Excerpt from One Little Problem

Here’s a sample from the beginning of One Little Problem, available on June 16 and for pre-order now.

Ryan

OH WOW, MY LIFE IS SO TERRIBLE BUT AT LEAST THERE’S A HOT GUY TO LOOK AT WHILE EVERYTHING GOES TO HELL. ALSO, I’M A SPAZ.

Just figured I’d put that out there. Draw people into my story, make my life relatable and not totally perfect because who wants to read about someone who’s got everything and having the time of their life? Well, hopefully someone is interested in that… I certainly am.

Because, yeah, my life rocks. But don’t go anywhere! It didn’t always rock. I used to have only one friend and everyone hated me because I was the lone out gay kid in this Midwestern conservative farming town, which was totally  unfair because if they actually got to know they’d see I have several other qualities that others might call annoying, but I called charming, and hate me for those instead. But no, they didn’t even take the time to hate me for who I am, so rude.

There was just me and my one friend Alicia and my dad and I had no love life, no life of any kind. But then Luke Chambers came into my life and now? Things were pretty good now.

“Okay, okay, okay,” I said, holding my hands up to stop Luke from talking more even though he might not have a clear view of that because he was driving. “I refuse to be associated with Post Malone in any way.” I felt very strongly about that; it was a matter of principal.

This was very serious business. The last Big Relationship Decision—or Luke and Ryan Being Disgusting as our friends called it; our friends were tools—was deciding nicknames. Now we needed a song. Why? Because relationship. That’s why.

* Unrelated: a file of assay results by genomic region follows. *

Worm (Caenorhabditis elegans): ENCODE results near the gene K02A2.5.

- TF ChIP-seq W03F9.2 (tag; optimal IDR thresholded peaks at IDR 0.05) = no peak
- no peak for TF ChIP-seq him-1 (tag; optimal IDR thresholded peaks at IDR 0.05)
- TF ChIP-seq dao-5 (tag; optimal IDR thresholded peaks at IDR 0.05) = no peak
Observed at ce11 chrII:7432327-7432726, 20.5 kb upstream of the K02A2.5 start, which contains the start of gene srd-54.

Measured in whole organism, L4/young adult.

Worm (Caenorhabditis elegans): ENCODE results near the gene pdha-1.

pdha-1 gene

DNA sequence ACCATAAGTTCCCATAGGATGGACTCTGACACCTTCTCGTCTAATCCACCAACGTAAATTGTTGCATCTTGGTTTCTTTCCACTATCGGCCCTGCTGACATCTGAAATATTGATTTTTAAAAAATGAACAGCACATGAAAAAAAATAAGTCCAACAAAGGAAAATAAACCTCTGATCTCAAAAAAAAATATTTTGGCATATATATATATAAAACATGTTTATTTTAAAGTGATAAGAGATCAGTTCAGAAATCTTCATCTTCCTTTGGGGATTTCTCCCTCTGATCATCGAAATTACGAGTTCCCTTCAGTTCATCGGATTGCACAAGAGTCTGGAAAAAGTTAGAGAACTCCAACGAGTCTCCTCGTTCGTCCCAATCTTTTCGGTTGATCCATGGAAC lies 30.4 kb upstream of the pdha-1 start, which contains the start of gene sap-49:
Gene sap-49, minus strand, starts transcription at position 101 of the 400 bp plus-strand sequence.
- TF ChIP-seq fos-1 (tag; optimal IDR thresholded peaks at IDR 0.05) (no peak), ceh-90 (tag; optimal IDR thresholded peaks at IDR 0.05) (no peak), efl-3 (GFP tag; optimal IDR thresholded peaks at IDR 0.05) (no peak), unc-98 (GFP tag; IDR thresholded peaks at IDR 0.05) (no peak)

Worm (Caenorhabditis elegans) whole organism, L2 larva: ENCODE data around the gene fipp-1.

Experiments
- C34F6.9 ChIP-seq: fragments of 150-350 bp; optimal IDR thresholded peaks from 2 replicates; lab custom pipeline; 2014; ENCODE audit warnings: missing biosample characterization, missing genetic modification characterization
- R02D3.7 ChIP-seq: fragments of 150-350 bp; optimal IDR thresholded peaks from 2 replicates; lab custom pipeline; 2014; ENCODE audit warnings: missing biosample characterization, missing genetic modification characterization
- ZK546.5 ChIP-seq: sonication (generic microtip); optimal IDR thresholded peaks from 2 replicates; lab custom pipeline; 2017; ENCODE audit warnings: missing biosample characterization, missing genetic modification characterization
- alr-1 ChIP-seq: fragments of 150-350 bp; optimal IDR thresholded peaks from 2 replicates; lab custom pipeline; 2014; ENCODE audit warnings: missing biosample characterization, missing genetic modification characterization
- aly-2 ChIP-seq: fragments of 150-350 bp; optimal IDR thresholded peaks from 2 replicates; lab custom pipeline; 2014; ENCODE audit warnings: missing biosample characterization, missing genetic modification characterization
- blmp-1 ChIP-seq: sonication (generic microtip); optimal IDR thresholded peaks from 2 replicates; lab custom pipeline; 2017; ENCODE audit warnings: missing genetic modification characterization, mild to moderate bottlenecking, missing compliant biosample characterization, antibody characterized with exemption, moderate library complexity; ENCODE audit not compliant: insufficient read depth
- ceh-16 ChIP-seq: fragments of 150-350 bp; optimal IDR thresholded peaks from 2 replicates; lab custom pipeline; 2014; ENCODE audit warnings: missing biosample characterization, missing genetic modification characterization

“What about the new Jonas Brothers song?” I asked Luke.

Luke didn’t even think about my suggestion. “Even you aren’t that gay,” he joked, keeping his eyes on the road. He was driving, I wasn’t, so I happily put my eyes on him. He wore a blue t-shirt that hugged his shoulders, and his aftershave smelled woodsy and intoxicating.

He was gorgeous, but I glared at him anyway. “How dare you imply there are limits to my gayness?”

“You’re right,” he conceded. “My mistake.” He looked over at me for a moment with a goofy smile that showed off his dimples.

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One Little Problem

Ryan Miller knows how to handle life when things go wrong, but what about when things go right?

He hasn’t quite figured that out yet.

Ryan has a bright future ahead of him and a great boyfriend in the present. Luke Chambers is the total package, a blonde, green-eyed baseball player who is incredibly fun to tease. Life seems almost perfect. What comes next? A break up.

See, there might be a tiny problem. Their families don’t approve of the happiness this nerd and jock found together. With summer approaching and bringing new changes, a fake break up might provide the opportunity Ryan and Luke need to escape disapproving parental figures and enjoy their relationship.

This all sounds perfectly logical in Ryan’s head.

What could possibly go wrong?

Ryan and Luke are about to find out.

One Little Problem is a silly and sweet young adult novel that features romance, gay characters, snark, and hand holding. This is the third book in a series, but the novel can also be read on its own.

Get the book here.

New book available for pre-order! Gay YA Romance